Women's health providers seek specialty exemptions

Friday, September 30, 2005

OXFORD, Mich. - The small women's health niche industry is launching an offensive against Medicare's proposed national competitive bidding program. The niche, fighting for its life, is looking for support in getting its products exempt from the bid process.
Women's health providers argue that the small specialty businesses involved in the post-mastectomy field would likely be forced to close by competitive bidding. A women's health carve-out, they argue, would preserve these small businesses and ensure women receive the same quality of care.
"For a very intimate and personal type of business, the concern is that women would be forced to go to an impersonal DME type business and not receive the same professional, educated and compassionate care they would have at a business specializing - at least in part - in the provision of women's health products, specifically post-breast surgery products," said Cindy Ciardo, CEO of Knueppel HealthCare Services and Essentially Women's manager of vendor services.
Another pressing concern is the looming deadline for mandatory accreditation. Since most specialty women's health boutiques employ only two to three people, the cost of getting accreditation and maintaining those standards could be prohibitive, said Daina Pitzenberger, president of the Women's Health Boutique franchise. Two of the three major accrediting bodies - JCAHO and CHAP - also do not recognize women's health as a specialty niche, she added.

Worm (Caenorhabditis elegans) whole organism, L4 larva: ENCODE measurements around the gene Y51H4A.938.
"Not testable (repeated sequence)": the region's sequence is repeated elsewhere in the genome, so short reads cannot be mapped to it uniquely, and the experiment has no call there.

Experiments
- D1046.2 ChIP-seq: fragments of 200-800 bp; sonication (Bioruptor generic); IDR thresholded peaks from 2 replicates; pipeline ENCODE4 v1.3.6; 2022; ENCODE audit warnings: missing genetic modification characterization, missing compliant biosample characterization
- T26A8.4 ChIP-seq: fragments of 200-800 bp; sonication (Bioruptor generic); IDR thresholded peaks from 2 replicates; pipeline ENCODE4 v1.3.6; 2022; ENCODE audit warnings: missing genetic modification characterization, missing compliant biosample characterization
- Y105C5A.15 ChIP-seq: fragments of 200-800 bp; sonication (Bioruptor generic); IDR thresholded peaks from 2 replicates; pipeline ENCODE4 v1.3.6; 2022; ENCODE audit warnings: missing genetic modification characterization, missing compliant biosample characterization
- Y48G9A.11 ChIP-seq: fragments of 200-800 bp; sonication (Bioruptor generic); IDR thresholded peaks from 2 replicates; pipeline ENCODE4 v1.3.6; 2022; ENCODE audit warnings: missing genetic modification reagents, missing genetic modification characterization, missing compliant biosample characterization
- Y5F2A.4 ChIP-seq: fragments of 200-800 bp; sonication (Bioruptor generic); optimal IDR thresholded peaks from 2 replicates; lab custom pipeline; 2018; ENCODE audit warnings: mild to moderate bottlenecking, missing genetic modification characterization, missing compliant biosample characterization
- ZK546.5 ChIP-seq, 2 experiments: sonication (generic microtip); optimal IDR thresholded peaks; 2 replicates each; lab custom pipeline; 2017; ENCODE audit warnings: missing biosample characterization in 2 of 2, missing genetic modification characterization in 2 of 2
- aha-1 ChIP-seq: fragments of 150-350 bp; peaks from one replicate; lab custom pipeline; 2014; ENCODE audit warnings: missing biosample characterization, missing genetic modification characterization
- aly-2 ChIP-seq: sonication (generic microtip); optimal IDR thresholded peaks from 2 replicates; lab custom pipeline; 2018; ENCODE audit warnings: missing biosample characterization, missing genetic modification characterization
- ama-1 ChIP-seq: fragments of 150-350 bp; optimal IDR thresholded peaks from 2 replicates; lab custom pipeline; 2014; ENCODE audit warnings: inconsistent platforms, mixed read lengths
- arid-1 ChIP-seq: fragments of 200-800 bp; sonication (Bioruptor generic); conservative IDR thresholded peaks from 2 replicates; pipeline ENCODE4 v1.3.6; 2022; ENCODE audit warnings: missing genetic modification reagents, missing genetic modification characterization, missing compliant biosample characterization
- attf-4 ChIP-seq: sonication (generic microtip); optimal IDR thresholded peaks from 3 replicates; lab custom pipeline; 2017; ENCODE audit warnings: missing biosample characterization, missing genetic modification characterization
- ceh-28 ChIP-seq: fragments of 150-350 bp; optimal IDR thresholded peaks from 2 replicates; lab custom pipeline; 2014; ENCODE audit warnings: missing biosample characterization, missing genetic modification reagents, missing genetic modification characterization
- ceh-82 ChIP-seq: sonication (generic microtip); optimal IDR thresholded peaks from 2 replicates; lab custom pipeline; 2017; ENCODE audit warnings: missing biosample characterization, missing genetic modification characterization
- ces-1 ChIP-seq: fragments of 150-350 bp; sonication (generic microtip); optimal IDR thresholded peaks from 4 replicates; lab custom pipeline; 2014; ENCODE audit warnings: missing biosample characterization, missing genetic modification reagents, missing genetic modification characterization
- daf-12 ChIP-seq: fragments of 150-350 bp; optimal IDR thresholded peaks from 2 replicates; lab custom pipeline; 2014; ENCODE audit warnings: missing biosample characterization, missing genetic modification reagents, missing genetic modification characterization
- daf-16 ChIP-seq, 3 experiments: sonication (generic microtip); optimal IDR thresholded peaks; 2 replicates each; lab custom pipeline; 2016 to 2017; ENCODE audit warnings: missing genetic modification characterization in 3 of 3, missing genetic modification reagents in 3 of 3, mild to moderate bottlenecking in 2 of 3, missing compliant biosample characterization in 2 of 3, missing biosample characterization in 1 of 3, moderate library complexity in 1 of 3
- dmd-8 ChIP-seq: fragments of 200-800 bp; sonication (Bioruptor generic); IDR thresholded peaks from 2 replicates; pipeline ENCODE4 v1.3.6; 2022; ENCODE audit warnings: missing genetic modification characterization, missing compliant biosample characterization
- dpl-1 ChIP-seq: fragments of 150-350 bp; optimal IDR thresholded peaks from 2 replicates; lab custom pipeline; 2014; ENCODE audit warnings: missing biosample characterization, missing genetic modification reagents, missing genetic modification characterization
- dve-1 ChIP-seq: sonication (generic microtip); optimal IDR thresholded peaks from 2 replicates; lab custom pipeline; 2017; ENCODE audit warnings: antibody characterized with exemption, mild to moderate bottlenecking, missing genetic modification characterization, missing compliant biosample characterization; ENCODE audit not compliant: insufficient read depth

"The only one that does is ACHC. The mastectomy business is very threatened by that. Do they have the manpower and hours to handle us?" said Pitzenberger. "We have asked that CMS consider the O&P niche and allow the ABC and the BOC as accrediting bodies."
The challenge is getting these arguments heard. Pitzenberger said the industry needs to send letters to legislators and get beneficiaries involved in the fight. Essentially Women is encouraging its members to actively support the Hobson-Tanner bill, which includes protections for small providers under competitive bidding. EW also has a beneficiary letter posted on its Web site it hopes providers will ask their customers to send out.
"Getting our voices heard and getting the support of our congressional delegates - in addition to running our businesses - is no small task," Ciardo said.